"I'm cool with it." Sandburg shrugged easily and bounced in his chair, a smile lighting his face. "The first topic has to do with using your life experiences in the job, rather than just going with what you learned out of books. It's going to be especially helpful for the older cadets, for example, those attending the academy after getting out of the military or people with either higher education and/or work experience in some other field."
"People like you."
"Exactly, man. People just like me--"
"God help us," muttered Simon under his breath. That thought just didn't bear thinking about. He didn't know what he would do if yet another Sandburg wandered into his bullpen. The grin proved that Ellison had overheard the captain's remark, but the object of the comment was still talking. He either hadn't heard or was pretending not to have heard.
"--Valuable to police work. So, I'm really looking forward to it."
"I'm glad to hear it. Unfortunately, neither the Harper case nor the Harris case -- nor, for that matter, the feds -- are going to go away." Simon directed a firm gaze on his men, willing them both to listen and do what they were told. "I trust that you will keep in touch and keep your cells handy. I know that, because of procedure, the two of you will be more or less incommunicado for the next two days, but still..."
He didn't need to finish the sentence to make them understand. "Will do, Simon." Ellison rose from his chair and tapped his longhaired partner on the shoulder. "Let's go, Chief. It's not a good idea to keep the feds waiting. Even though we might want to."
Shaking his head, Captain Banks watched them leave before turning back to his own work. Once more into the breach, isn't that how the story goes?
Detectives Rafe and Brown were already hard at work, re-examining the latest crime scene. Two nights before, five individuals had entered the Washington household while the family slept. They had wakened the children first at gunpoint, then bound and gagged them before carrying the helpless kids downstairs to the family room. Only then had they awakened Mom and Dad, using the children as a guarantor of good behavior; the parents too had been bound and gagged and dropped unceremoniously next to their kids.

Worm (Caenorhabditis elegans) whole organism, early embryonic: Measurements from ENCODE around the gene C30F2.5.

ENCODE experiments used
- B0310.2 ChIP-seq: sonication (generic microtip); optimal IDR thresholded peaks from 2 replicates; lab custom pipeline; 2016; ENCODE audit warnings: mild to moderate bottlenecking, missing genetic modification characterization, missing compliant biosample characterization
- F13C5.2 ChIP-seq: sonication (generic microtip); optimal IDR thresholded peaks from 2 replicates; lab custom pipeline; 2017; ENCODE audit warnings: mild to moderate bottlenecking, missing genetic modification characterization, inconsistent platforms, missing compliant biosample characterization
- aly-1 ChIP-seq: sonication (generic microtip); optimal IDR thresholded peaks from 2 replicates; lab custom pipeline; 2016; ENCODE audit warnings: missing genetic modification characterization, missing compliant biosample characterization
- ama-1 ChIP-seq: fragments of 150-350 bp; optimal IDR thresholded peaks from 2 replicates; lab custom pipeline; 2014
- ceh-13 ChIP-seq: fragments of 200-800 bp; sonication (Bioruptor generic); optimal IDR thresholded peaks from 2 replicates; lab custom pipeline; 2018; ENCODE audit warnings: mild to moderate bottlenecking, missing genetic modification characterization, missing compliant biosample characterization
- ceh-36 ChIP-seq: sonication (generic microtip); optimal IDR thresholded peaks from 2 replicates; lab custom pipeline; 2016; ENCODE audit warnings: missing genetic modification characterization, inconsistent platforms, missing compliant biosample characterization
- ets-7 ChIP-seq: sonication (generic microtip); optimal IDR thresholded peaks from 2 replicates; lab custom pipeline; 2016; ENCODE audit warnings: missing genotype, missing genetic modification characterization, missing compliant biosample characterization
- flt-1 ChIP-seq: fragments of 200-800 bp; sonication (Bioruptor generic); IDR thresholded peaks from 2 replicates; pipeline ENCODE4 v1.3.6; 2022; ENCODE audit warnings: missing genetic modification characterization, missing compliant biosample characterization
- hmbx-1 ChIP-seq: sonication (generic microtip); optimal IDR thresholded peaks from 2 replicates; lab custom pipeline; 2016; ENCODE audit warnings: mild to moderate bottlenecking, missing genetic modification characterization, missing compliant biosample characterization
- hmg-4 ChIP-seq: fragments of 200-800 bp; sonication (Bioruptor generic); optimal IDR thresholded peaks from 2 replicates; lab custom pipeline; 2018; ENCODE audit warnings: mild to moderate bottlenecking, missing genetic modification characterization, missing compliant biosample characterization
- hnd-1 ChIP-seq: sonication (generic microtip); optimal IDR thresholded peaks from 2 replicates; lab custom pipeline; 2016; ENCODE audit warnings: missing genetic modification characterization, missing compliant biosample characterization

Rafe and Brown knew a lot of things already. Forensics had already gone over the house with a fine-toothed comb, as had Ellison and Sandburg, but most of those reports weren't completed yet. While they needed them desperately yesterday, it wouldn't help if they were improperly done or if there was any hint of procedural misstep. Rafe decided to walk through the place, thinking about the steps that had been taken. His partner was upstairs, carefully looking over the bedrooms for possible clues that had been missed, for anything that might help.
The criminals had entered by way of the sliding glass door in the family room. Even though it was locked at the key, the slide was not locked with any sort of rod. They jimmied the key lock before popping the glass door off its slide, and that was all she wrote. They had entry to the house. Rafe wondered to himself how long it would take for people to realize that those kinds of doors were like a candy store window for the criminal element. If you can look outside, they can look inside and see just what they're getting.
They knew the number of criminals only because, in this scene, a three-year-old girl had been spared. She was alive, but had been terribly traumatized by what she had seen and heard. They were smart and had worn masks, but that didn't really matter since she wasn't able to tell them anything more than that. A three-year-old child was not old enough to give legal testimony in court, not for identification purposes. The bad guys apparently knew it.
Rafe walked down the hallway from the family room to the kitchen. After collecting their victims, the criminals had raided the kitchen of food and carried their goodies back to the family room before eating. Cheese, bread, cold cuts, chicken wings, potato chips, three packages of Girl Scout cookies, cold soda pop, beer, crackers, and fruit. All things that could be easily carried, that didn't require cooking, and usually found in most homes to some degree. One could also say that they were party foods. The detective frowned at that thought. Party food? Breaking into homes to party on someone else's tab?